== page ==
Looking further into this study, the urban population bore little resemblance to our own. In our hospital all women are taught how to perform skin to skin care and the majority of our mothers spend a great deal of time with their infants. To see how successful have a look at our recent Kangaroo Care drive results! The families in this study however the average hours per week of parent visitation over the length of stay ranged from 1.8-104 hours with a mean of 19+/- 19 hours. The average number of days held per week over the length of stay was 0-6 days with a mean of 2.4 +/-1.5 days. The average number of days held skin-to-skin over the length of stay ranged from 0-4 days, with a mean of 0.7 +/- 0.9 days. In short they were hardly there.
Statistically significant results (all Ps ≤.05) showed that infants in the SPR NICU weighed more at discharge, had a greater rate of weight gain, required fewer medical procedures, had a lower gestational age at full enteral feed and less sepsis, showed better attention, less physiologic stress, less hypertonicity, less lethargy, and less pain.Nurses reported a more positive work environment and attitudes in the SPR NICU.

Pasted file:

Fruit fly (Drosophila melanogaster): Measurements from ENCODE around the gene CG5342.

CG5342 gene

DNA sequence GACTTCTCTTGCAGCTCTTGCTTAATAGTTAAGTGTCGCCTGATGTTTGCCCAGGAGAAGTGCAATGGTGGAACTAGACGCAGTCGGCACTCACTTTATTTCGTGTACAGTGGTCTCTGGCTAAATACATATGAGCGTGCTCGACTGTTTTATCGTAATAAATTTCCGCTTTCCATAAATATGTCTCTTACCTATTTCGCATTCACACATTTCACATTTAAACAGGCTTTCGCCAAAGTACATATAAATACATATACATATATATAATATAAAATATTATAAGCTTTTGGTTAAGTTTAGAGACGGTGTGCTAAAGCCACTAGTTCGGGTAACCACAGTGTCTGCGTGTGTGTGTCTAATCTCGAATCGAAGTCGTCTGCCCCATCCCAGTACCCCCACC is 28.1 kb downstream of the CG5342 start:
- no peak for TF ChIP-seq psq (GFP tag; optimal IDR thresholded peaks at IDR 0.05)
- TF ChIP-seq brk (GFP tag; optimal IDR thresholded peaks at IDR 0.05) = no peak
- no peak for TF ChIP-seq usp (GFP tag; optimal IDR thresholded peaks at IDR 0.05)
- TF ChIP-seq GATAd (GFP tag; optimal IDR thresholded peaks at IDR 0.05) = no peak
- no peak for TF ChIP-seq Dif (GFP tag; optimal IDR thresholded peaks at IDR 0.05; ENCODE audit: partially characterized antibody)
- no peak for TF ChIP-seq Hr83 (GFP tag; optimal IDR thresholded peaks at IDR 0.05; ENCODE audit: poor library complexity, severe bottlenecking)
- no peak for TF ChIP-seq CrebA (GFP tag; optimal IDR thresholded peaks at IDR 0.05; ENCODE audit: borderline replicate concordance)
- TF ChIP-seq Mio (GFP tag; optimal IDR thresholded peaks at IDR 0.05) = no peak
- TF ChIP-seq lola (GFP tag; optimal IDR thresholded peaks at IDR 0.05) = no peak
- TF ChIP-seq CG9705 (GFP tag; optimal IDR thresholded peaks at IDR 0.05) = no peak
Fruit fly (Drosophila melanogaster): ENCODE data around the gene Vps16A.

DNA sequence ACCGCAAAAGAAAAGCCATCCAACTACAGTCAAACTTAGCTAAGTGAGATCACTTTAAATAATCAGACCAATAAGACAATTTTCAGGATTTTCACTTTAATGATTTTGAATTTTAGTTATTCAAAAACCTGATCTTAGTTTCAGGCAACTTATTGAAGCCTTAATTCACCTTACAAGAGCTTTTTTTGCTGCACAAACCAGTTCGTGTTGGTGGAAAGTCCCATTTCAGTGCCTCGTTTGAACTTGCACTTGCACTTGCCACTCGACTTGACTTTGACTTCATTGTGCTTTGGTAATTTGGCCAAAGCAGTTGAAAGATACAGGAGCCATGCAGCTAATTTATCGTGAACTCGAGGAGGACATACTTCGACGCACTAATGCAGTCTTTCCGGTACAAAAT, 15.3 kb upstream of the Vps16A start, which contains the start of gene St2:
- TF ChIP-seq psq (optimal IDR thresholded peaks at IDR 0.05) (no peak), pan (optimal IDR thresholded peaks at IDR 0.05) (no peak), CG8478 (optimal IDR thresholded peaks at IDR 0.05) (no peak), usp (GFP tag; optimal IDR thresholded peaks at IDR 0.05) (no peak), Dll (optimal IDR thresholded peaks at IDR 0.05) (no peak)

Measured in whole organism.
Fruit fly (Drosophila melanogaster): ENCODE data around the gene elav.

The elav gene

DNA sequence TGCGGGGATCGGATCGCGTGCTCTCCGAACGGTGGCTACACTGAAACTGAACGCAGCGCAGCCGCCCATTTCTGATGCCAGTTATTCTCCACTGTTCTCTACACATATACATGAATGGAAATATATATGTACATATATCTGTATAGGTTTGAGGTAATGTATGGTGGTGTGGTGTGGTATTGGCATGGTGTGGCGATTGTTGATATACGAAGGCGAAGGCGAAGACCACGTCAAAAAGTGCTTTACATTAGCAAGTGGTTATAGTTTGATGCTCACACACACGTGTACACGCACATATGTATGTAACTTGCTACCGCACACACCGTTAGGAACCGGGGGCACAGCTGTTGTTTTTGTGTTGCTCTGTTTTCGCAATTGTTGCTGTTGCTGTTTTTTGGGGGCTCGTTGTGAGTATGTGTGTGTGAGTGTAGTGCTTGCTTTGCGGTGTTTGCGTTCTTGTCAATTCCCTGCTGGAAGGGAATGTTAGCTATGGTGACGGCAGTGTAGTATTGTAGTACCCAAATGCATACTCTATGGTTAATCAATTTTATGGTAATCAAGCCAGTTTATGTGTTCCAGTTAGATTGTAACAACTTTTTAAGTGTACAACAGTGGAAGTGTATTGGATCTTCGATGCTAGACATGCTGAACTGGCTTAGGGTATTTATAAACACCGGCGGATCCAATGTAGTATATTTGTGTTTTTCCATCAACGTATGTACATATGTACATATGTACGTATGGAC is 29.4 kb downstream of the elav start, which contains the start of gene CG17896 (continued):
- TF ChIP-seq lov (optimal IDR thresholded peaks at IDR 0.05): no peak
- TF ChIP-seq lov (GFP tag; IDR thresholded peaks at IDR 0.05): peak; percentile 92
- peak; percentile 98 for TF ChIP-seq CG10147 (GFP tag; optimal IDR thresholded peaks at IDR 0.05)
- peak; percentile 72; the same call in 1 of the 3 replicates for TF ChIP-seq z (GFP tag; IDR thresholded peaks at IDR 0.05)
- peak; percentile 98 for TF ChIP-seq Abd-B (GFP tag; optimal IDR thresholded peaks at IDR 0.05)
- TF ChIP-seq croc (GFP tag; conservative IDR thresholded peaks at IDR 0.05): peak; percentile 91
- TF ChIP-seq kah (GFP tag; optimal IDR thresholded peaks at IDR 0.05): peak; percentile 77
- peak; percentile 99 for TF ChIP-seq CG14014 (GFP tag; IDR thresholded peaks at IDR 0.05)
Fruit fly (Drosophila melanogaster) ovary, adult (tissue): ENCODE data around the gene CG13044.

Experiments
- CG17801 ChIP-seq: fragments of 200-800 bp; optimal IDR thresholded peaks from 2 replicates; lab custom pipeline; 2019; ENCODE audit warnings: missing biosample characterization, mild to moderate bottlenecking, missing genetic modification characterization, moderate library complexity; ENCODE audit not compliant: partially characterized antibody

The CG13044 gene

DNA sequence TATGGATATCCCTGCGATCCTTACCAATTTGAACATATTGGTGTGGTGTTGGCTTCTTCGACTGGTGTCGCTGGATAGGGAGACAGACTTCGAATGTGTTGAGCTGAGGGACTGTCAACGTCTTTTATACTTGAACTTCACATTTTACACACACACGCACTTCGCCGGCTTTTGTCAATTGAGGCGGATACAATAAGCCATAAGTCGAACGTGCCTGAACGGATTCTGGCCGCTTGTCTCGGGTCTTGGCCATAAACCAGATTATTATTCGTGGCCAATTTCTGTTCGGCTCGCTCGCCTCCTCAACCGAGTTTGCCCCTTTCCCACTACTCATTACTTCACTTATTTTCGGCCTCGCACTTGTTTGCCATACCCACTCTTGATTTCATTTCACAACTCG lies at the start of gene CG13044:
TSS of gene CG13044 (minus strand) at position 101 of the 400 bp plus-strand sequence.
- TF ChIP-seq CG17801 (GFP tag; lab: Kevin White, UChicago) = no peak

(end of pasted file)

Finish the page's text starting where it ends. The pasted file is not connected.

This study in fact demonstrated greater maternal involvement in a SPR with improvement in outcomes across the board. It would seem then that in a SPR environment, provided there is enough family visitation and involvement this model truly is superior to the open concept. Furthermore despite concerns by some nurses that the loss of line of sight to their patients will make for a more stressful working environment this does not seem to be the case.
What About Families Who Cannot or Simply Aren’t Visiting Frequently?